Synopsis – A little squad of American soldiers find horror behind enemy lines on the eve of D-Day.
My Take – Nearly every year we get a handful of war films portraying the carnage and the lasting effect of WWII on the society and the human condition. While the events portrayed in the film are quite horrific, they usually end up categorizing them in the genre of drama. Along comes this film from director Julius Avery (Son of a Gun) and producer J.J. Abrams (Star Wars, Star Trek, Cloverfield), which is more of a genre cocktail of horror and war that is totally and tonally absurd on every account, yet somehow feels like breath of fresh air to finally see a war film that takes a more horror approach by shamelessly merging factual history with ludicrous mythology and also remain supremely entertaining.
The WWII action is quite intense and exciting, the mutated zombie action is bloody and outrageous, and the combination of the two is crafted with an eye towards fun thrills. While the film’s screenplay isn’t anything groundbreaking, as it features the typical character tropes such as the idealistic protagonist, the no-nonsense leader, the wisecracking tough guy, the female badass and the power-hungry villain, the film works mainly due to its awareness of being a genre blast that blends elements as diverse as Saving Private Ryan and Re-Animator into a big, gloriously proud B-film which both war and horror film fans will end up enjoying.
Set in France during the peak of World War II, the story follows Private Boyce (Jovan Adepo), a Louisiana Creole kid on his first mission, who along with a team of American soldiers are being tossed into the horrors of war. Their mission is simple – to enter a small French village occupied by the Nazis and find a way to take down a command center located inside of the nearby church. However, as soon as they crosses the enemy lines, their plane is brought down by the excessive shelling, leaving only a few survivors which includes their leader, Corporal Ford (Wyatt Russell), the ranking officer and explosives expert, Private Tibbet (John Magaro), an aggressive gasbag with a cruel streak; Private Rosenfeld (Dominic Applewhite), a scrawny Jewish-American who worries what will happen if the Nazis discover his last name; and Chase (Iain De Caestecker), a soldier determined to document his wartime exploits on his beloved camera.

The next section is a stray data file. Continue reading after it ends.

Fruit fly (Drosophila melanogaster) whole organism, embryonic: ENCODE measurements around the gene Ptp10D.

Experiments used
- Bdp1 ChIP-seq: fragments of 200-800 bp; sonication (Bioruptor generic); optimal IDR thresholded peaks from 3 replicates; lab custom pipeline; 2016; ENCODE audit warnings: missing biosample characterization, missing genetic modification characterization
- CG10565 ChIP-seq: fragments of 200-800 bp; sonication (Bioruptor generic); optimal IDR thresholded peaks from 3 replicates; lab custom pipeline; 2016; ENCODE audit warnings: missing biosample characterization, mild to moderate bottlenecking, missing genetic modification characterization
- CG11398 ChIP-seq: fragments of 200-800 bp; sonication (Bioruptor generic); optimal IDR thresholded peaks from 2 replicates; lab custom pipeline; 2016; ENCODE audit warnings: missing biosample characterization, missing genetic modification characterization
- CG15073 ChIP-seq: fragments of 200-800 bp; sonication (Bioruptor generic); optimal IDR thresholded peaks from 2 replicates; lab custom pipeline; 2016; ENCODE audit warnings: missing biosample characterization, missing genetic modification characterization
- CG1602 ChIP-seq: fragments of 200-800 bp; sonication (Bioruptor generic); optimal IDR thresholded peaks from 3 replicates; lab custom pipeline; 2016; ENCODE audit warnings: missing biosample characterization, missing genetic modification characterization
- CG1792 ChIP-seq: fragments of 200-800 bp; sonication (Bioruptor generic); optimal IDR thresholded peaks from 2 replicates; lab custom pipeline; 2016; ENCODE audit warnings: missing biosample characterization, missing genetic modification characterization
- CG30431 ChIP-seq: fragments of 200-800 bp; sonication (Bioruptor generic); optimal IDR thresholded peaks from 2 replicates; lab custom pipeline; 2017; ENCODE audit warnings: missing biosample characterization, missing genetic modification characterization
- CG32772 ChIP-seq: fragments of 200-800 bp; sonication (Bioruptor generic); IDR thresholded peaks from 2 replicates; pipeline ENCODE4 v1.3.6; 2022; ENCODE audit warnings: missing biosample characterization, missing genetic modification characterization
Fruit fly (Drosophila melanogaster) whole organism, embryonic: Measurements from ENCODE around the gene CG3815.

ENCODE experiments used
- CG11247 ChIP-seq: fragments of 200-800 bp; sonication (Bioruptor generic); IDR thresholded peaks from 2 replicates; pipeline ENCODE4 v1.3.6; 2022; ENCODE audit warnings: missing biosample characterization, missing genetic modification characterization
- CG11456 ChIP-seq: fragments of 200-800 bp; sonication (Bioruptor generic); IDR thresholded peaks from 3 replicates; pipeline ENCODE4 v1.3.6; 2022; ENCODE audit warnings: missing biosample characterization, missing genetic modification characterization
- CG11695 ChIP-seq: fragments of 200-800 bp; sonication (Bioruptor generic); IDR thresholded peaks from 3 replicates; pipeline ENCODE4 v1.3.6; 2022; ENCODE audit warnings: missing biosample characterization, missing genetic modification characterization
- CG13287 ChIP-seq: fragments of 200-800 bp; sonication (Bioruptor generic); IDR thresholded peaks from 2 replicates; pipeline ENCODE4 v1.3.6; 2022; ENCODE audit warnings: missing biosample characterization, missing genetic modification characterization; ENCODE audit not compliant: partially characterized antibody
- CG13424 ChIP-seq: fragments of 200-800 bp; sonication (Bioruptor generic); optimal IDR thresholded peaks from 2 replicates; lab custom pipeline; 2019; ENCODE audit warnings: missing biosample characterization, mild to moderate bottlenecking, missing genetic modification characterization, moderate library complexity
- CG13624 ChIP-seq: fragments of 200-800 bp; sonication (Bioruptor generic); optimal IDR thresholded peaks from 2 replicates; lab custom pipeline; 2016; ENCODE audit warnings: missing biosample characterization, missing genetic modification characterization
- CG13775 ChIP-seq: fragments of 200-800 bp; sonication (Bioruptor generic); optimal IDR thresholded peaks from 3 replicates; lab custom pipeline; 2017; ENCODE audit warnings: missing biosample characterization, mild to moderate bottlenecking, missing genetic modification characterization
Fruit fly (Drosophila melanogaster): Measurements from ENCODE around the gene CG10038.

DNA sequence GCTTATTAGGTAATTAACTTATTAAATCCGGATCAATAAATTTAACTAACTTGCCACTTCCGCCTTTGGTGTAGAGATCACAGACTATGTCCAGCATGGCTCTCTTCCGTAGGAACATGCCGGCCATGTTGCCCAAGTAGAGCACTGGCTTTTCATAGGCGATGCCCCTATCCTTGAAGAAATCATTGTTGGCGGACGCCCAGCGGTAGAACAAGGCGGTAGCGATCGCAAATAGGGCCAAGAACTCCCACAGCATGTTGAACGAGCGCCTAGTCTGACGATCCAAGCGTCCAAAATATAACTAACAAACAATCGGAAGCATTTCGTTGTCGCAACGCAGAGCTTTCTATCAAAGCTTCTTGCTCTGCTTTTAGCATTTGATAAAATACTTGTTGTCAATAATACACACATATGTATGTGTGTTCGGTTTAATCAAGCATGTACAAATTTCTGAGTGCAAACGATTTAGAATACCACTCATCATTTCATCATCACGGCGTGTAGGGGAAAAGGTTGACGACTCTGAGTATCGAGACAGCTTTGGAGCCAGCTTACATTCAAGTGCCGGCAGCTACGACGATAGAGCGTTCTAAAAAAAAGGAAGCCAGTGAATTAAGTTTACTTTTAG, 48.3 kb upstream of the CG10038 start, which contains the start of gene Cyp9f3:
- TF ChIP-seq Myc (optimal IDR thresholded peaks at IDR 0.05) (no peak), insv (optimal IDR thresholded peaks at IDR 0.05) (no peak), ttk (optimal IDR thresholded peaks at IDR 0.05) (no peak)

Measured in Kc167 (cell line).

Together, they head toward their destination and encounter a young French woman, Chloe (Mathilde Olivier), who gives them a temporary base of operations in her home—inhabited by her kindly little brother Paul (Gianny Taufer) and an unseen aunt whose horrific-sounding cough alludes to a ghoulish sickness. The soldiers learn that a Nazi officer named Wafner (Pilou Asbaek) presides over the French town and is also the commander at the Nazi base at the church target of the troops that also happens to have a large secret underground laboratory complex where Nazi scientist, Dr. Schmidt (Erich Redman), has been conducting twisted experiments on the locals. With just a few short hours to take out the radio tower, the soldiers must put aside all their difference and work together to make sure that the Nazi’s don’t succeed in their notorious plans.
The plot is simple, action-packed and has it all in the form of lots of shooting machine guns and flamethrowers. Seriously this film has no right being so good, as it’s the stuff of vulgar B-films and exploitation, yet it packs quite a punch in it’s a tense, violent, and crazy 109 minutes. This is not the first time when J. J. Abrams has put finances into the risky project (Cloverfield), but this is definitely a curious choice for such a filmmaker, as this is a rare hybrid of a WWII film and a zombie horror, the kind of films that were prosperous back in 1970s and early 1980s, but has been long gone since then. While relative newcomer Julius Avery might be the director here, the film clearly has J.J. Abrams‘s touch along with his “I love the ’80s” vibe, all here.